A RTA that divides spectrum into frequency chunks, all alike, lacks resolution in the low frequency bands (where it is really needed) and wastes resolution in higher frequencies, where it matters less. I want to know from an analyser whether it is 63 or 80Hz that mess upp, but a resolution of 17Hz around 6K3Hz is not going to be of any use for musical or audio related measurements.

    1. I did some calculations to distribute the frequency bins logarithmically to treat the audio spectrum properly, like “J.S. Bach”.

      Suppose the following are given:
      Fs: sampling frequency
      Flow: lowest non-zero frequency bin (e.g. 20 Hz)
      N: number of bins in FFT (keep in mind this is the total number of positive and negative frequency bins, so the actual number of bins displayed is N/2+1, for 0 to Fs/2 Hz)

      Then compute the following:
      a = (log10(Fs/2) – log10(Flow))/(N/2-1)
      b = log10(Flow)-a
      Fk = 0, if k = 0
      = 10^(a*k+b), if k = 1,2,…N/2
      = Fs – 10^(a*(N-k)+b, if k = N/2+1,…N-1
      finally, k’ = N*Fk/Fs

      Use k’ in place of k to compute the Twiddle factors (http://en.wikipedia.org/wiki/Twiddle_factor) for the FFT algorithm. That is, W_k = exp(2*pi*i/N*k’). Now you have logarithmically spaced frequency bins in your FFT.

      I have no experience implementing the FFT efficiently, so I don’t know how hard this approach would be to implement on hardware, let alone something as resource-constrained as a PIC18.

  4. The Discrete Hartley transform maybe shave off some time as it is like the fourier transform, but deals with real inputs and real outputs. Pruning out the computation leading to redundant bins could reduce the time a smidge, but just isn’t worth the time to spend. I’d wouldn’t be suprised if pruning only leads to a 1% reduction in calculations if only the top bins (that are complex conjugates of other bins) are thrown out. I don’t know how much the DHT would save in comparison to the FFT.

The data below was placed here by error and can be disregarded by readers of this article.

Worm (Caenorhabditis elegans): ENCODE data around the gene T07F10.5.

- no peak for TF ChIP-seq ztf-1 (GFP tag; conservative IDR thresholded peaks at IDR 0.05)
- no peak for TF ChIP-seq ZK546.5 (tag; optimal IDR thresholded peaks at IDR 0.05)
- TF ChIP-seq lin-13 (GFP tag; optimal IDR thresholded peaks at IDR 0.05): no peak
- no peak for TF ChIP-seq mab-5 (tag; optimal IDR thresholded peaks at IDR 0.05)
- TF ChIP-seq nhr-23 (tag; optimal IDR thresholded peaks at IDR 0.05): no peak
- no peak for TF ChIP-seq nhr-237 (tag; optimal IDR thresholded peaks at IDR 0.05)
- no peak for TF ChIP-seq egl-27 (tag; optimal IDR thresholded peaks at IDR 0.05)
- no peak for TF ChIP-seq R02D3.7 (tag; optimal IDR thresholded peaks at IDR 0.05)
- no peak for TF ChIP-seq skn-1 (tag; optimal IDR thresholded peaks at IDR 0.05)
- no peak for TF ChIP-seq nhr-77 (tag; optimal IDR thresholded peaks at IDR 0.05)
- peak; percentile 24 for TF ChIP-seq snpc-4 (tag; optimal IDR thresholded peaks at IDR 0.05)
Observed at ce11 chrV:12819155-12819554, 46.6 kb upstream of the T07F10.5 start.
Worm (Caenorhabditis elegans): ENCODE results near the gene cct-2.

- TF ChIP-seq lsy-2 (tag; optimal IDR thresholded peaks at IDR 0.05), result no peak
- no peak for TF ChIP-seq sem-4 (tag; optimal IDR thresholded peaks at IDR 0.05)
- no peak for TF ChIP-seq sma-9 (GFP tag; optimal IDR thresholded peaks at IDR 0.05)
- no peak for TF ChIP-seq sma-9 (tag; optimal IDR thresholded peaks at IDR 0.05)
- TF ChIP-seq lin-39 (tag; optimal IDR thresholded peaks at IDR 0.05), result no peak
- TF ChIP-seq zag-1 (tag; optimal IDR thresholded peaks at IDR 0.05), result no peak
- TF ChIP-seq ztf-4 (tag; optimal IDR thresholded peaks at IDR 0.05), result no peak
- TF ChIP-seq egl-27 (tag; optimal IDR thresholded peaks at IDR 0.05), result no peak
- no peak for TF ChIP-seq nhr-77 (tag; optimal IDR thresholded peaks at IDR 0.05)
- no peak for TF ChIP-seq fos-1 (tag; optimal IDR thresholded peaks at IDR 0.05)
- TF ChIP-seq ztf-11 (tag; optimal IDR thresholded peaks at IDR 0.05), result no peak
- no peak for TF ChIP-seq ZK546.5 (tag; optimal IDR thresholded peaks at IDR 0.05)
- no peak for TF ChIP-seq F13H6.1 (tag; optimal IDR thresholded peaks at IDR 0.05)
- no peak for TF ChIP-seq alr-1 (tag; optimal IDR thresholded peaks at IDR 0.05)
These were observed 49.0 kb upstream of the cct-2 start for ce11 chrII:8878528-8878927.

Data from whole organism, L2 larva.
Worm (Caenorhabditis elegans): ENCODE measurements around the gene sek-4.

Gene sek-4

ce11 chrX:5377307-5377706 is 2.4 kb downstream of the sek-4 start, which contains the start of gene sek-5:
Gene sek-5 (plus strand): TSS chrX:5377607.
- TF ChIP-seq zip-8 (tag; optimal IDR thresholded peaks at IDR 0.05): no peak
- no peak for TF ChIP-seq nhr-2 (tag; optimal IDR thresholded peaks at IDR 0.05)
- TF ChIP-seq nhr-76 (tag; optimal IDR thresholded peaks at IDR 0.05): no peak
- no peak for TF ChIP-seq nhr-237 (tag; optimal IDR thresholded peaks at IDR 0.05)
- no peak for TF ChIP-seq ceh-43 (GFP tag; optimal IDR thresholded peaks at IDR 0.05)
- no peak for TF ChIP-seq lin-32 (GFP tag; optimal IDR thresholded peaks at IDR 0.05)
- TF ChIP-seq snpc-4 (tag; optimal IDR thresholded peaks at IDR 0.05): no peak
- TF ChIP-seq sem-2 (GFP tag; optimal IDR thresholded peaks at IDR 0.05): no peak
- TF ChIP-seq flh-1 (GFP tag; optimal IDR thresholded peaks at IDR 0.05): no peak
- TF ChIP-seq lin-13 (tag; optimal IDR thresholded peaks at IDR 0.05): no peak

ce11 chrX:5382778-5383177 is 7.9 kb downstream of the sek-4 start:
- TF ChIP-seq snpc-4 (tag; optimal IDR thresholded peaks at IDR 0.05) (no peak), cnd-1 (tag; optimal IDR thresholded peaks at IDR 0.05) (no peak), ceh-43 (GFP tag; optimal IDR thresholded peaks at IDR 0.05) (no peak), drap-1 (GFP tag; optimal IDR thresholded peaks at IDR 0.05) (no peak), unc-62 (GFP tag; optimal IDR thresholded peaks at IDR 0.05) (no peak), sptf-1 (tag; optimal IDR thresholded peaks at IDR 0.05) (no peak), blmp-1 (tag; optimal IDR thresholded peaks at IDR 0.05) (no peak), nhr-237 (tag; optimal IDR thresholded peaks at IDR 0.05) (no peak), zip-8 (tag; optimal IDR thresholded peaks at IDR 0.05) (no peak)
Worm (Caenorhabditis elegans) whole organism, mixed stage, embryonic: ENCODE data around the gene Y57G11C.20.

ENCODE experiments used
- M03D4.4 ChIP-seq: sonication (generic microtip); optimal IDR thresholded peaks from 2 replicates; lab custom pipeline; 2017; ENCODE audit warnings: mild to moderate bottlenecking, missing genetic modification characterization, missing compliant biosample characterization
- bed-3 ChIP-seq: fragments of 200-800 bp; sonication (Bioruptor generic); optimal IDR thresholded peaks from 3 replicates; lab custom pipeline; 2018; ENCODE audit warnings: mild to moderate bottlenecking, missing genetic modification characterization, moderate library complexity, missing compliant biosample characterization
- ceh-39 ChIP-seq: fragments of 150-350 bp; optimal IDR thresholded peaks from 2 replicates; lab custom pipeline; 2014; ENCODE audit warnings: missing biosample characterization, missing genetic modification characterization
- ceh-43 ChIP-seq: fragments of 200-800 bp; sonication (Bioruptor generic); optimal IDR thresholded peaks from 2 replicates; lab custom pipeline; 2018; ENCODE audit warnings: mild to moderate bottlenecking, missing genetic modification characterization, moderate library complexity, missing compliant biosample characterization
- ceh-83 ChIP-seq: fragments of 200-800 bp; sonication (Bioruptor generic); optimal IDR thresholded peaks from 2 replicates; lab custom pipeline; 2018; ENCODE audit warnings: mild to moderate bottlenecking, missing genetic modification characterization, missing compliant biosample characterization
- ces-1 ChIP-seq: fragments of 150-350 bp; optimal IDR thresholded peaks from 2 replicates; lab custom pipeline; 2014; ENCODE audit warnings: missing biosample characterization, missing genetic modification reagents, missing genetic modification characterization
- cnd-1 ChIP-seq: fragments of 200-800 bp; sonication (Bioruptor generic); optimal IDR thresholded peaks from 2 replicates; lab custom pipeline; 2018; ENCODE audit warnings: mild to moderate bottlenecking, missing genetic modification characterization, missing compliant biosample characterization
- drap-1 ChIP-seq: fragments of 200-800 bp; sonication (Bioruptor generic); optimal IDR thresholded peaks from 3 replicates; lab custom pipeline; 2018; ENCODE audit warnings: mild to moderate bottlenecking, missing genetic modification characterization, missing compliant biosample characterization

The square root routine probably could be chopped to be just real^2+imag^2 as only the visual output matters in the end. The tables used for the linear scale and log scale output would have to be updated to reflect this change. I would expect this to be fairly appreciable change in speed, but I’m sort of expecting a memory increase.

  5. Nice work.

    Oh, and “mansaxel,” don’t worry. Adjusting the bins is not really a big problem. Decimal, octave, whatever. You write the code, you pick the bins. Octave bins is actually much _easier_. Actually requires _less_ math than decimal with integer samples.